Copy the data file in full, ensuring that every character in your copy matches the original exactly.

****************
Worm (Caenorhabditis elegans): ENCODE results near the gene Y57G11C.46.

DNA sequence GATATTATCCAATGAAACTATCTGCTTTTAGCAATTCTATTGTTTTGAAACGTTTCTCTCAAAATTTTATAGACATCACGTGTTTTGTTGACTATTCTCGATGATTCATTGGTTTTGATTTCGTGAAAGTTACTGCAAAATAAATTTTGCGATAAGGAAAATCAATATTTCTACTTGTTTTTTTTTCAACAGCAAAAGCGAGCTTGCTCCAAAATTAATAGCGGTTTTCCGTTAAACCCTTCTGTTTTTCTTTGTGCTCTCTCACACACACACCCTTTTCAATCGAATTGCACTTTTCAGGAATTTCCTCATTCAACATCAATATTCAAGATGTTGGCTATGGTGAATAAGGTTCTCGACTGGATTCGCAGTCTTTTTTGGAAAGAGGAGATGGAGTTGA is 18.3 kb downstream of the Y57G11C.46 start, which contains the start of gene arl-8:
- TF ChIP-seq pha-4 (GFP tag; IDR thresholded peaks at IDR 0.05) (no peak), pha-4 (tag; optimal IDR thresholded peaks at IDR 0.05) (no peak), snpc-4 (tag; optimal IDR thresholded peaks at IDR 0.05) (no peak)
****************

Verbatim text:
Worm (Caenorhabditis elegans): ENCODE results near the gene Y57G11C.46.

DNA sequence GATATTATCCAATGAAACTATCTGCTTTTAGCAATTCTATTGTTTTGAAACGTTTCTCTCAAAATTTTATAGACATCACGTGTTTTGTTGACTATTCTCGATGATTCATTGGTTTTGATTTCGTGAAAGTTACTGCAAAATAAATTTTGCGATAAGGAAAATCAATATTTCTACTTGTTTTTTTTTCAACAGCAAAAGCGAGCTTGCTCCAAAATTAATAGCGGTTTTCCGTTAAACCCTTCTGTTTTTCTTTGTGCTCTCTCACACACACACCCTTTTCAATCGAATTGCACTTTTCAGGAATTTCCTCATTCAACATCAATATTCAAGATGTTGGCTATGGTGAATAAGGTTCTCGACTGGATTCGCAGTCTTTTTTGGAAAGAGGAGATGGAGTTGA is 18.3 kb downstream of the Y57G11C.46 start, which contains the start of gene arl-8:
- TF ChIP-seq pha-4 (GFP tag; IDR thresholded peaks at IDR 0.05) (no peak), pha-4 (tag; optimal IDR thresholded peaks at IDR 0.05) (no peak), snpc-4 (tag; optimal IDR thresholded peaks at IDR 0.05) (no peak)